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From "Mitchell, Steven C" <Steven.Mitch...@umb.com>
Subject RE: Transaction Best Practices
Date Mon, 03 Oct 2005 20:59:46 GMT
One more question.  How does iBatis know when to close the connections
with the SIMPLE data source?  I thought it was when the DaoManager when
out of scope.  Currently, our Controller classes (where that code is
from) use all static methods.  If my assumption about scope is correct,
then we will need to switch to new instances of each Controller with
non-static methods to implement your suggestion, correct?  

 

-----Original Message-----
From: Clinton Begin [mailto:clinton.begin@gmail.com] 
Sent: Saturday, October 01, 2005 12:23 AM
To: user-java@ibatis.apache.org
Subject: Re: Transaction Best Practices

 

Question:  which DataSource (i.e. connection pool) are you using?

There's no need to explicitly open/close transactions for queries.  

It all looks good.  One thing I will suggest is to guarantee that
daoManager can never be null...that will avoid the "if (daoManager !=
null)" part...it's unecessary code.

And unless you're doing something really strange, you might as well just
make the DAOs private members of the class too...initialize them in the
constructor  (this also makes unit testing easier, because you can
inject mock DAOs if necessary).

So far my recommendations are stylistic, but they will reduce the amount
of boilerplate code you're writing, and perhaps help you to find the one
place you're not calling endTransaction (or perhaps the one place that
"!= null" is written "== null" or something.  

The end result would look something like this:

private final DaoManager daoManager;
private final CompanyDao companyDao;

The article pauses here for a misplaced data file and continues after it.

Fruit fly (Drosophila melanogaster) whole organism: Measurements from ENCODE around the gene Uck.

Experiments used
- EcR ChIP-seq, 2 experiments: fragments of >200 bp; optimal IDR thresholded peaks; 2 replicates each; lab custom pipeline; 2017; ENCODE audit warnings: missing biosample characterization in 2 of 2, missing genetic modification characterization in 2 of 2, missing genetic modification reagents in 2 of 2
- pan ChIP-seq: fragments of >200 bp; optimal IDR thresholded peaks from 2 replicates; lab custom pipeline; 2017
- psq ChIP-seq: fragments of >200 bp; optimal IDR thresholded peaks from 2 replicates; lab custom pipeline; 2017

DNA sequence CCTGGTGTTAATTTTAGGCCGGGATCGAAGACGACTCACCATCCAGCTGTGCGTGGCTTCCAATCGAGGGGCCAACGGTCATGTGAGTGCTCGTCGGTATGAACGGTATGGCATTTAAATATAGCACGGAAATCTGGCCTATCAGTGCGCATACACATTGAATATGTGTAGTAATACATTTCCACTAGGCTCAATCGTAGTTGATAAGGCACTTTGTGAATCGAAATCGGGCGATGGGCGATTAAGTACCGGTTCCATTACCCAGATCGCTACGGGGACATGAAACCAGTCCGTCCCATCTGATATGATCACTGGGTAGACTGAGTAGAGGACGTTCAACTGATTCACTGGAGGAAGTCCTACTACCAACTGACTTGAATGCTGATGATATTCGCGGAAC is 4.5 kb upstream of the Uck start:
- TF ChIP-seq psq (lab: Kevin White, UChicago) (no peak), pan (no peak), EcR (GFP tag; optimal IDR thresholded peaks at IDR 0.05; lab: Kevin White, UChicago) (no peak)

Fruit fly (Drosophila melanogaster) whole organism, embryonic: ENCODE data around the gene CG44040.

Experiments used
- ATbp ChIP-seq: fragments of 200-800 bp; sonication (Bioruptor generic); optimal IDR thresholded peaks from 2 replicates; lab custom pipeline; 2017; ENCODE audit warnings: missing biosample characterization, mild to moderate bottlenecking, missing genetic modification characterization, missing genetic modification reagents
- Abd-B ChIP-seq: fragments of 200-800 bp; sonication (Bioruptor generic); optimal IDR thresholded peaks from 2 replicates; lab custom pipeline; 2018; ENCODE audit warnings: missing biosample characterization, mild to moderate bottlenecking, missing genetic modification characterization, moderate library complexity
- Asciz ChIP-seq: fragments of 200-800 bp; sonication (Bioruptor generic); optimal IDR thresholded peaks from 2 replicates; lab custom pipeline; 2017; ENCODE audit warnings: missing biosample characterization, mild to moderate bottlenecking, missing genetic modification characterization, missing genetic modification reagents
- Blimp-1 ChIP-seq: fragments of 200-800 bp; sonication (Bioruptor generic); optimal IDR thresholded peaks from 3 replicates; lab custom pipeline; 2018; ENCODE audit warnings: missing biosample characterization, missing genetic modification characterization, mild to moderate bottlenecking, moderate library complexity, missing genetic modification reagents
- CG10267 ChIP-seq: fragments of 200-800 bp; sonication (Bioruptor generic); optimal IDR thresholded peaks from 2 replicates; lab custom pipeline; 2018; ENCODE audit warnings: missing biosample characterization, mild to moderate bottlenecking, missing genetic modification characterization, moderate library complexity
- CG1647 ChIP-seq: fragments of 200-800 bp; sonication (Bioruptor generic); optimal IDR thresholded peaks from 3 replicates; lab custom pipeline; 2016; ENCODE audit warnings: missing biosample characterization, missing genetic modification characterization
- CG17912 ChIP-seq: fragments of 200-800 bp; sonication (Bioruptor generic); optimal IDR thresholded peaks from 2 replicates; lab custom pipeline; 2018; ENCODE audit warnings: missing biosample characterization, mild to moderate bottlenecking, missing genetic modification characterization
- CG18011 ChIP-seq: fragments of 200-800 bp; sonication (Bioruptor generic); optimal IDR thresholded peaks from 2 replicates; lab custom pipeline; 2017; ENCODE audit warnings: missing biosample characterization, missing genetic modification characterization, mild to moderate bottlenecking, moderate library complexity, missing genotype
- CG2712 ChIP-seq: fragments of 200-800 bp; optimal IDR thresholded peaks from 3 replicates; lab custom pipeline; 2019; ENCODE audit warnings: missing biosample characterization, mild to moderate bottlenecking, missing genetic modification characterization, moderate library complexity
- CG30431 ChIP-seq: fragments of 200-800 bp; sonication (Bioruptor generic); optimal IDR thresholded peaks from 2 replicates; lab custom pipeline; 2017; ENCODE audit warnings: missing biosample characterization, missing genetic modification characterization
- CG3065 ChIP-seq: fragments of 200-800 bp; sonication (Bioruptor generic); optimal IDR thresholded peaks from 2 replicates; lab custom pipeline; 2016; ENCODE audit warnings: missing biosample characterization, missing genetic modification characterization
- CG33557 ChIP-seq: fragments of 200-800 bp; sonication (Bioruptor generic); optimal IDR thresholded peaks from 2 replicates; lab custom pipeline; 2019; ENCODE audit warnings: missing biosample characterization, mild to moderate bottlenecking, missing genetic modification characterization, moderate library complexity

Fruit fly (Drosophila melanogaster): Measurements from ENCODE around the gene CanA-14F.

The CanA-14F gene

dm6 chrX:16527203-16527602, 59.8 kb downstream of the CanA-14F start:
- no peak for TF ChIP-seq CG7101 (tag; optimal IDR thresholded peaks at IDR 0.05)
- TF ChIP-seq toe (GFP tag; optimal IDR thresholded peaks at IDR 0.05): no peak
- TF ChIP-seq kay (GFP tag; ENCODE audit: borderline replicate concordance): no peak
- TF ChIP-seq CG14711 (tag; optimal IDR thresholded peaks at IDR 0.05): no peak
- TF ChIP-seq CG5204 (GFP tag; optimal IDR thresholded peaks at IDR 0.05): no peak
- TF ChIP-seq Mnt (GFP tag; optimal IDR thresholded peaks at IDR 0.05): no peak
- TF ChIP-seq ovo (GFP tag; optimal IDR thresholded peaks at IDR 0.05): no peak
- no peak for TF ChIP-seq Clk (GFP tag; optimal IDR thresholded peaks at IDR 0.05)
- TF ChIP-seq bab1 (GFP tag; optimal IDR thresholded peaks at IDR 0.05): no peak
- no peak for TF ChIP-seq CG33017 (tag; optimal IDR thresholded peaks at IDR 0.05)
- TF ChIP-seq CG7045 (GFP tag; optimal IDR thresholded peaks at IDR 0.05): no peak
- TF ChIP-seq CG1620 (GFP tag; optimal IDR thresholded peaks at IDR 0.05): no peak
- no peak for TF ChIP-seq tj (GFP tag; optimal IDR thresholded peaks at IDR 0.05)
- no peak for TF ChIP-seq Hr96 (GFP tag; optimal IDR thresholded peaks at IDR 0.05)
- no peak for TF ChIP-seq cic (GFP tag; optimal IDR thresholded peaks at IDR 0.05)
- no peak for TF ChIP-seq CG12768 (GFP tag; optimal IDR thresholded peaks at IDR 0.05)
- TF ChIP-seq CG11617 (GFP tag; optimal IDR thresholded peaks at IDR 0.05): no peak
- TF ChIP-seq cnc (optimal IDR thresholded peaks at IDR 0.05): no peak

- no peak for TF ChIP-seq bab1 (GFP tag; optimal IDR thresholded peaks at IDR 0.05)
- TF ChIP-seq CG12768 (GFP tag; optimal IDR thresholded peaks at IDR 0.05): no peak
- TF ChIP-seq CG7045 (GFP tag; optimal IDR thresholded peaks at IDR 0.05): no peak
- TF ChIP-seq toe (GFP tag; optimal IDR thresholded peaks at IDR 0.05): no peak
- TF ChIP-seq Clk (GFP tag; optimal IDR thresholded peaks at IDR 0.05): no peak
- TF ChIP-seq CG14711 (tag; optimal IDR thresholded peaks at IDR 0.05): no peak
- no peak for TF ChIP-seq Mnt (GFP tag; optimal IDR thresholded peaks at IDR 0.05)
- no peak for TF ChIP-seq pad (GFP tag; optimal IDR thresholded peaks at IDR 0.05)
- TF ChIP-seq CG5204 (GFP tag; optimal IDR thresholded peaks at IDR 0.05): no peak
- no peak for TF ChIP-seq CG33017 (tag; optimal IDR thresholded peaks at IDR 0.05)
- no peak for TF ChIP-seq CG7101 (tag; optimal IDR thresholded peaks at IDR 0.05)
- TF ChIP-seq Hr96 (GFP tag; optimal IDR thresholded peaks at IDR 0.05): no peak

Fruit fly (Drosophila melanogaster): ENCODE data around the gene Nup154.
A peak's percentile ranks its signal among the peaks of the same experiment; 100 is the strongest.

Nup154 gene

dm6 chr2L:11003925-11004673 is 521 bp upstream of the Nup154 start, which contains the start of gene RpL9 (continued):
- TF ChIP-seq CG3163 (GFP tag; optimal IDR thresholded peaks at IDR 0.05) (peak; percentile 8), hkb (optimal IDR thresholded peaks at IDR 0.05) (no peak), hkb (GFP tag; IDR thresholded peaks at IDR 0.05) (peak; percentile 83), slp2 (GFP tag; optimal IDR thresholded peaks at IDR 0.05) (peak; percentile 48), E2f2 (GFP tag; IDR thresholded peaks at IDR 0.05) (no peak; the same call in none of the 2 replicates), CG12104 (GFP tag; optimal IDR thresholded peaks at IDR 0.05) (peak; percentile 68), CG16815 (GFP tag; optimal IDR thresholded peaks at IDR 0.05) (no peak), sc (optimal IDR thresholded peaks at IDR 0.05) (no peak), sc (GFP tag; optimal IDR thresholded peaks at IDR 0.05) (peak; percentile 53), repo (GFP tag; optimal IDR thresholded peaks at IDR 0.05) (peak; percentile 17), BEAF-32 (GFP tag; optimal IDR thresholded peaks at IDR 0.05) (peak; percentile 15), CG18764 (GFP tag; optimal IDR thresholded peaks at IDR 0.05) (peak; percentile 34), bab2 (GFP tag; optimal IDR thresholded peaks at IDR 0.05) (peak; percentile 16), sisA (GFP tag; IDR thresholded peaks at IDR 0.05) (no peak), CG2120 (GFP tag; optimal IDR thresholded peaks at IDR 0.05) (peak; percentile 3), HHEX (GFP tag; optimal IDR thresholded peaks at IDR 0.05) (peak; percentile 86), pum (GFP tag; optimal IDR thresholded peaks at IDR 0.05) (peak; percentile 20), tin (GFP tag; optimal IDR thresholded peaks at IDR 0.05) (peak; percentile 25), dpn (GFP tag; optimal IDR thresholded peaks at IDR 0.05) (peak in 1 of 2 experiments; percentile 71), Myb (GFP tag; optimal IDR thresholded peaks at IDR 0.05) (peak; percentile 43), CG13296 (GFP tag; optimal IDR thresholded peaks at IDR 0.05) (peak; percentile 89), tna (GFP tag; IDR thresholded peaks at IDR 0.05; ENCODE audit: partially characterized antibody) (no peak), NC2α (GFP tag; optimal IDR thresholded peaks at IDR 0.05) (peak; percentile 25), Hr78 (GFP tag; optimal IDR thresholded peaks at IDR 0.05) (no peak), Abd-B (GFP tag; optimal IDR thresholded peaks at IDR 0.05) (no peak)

public SomeConstructor () {
  daoManager = DaoHelper.getDaoManager();
  companyDao = (CompanyDao) daoManager.getDao(CompanyDao.class);  
}

public static void updateCompany (Company company) 
    throws IVRPasswordException {
  try {
    daoManager.startTransaction();
    companyDao.updateCompany( company );
    daoManager.commitTransaction();           
  } catch (Exception e) {
    throw new IVRPasswordException(e);
  } finally {
    daoManager.endTransaction();
  }
}

On 9/30/05, Mitchell, Steven C <Steven.Mitchell@umb.com> wrote:

I've used iBatis on many projects now.  My latest project has run out of
Oracle connections a couple of time during testing, which has me
concerned. There did not appear to be any kind of looping going on.  I
found only one Controller method that called multiple methods that used
the same DAO.  I changed the parent method to get the DAO and pass it
into the two child methods.  

 

Now, I'm wondering if I am using Transactions as they were indented.
I've only used Transaction on updates.  Should I use them on reads to
make sure everything gets cleaned up.  Here is an example of what I do:

 

// NO TRANSACTION FOR QUERIES

 

public static Company getCompany( Integer companyId )

    throws IVRPasswordException

    { 

        try

        {

            final DaoManager daoManager =  DaoHelper.getDaoManager();

            final CompanyDao companyDao = ( CompanyDao )
daoManager.getDao( CompanyDao.class );

            return companyDao.getCompany( companyId );

        }

        catch ( Exception e )

        {

            throw new IVRPasswordException( e );

        }

    }

 

// TRANSACTION FOR ALL UPDATES/INSERTS/DELTES

 

public static void updateCompany( Company company ) throws
IVRPasswordException

    {

        DaoManager daoManager = null;

        try

        {

            daoManager = DaoHelper.getDaoManager();

            daoManager.startTransaction();

            final CompanyDao companyDao = (CompanyDao)
daoManager.getDao( CompanyDao.class );

            companyDao.updateCompany( company );

            daoManager.commitTransaction();            

        }

        catch ( Exception e )

        {

            throw new IVRPasswordException( e );

        }

        finally

        {

            if ( daoManager != null )

            {

                daoManager.endTransaction();

            }

        }

    }

 

Thoughts?

 

Steve Mitchell
Group Leader for Java Development
UMB Bank, n.a.

 

 


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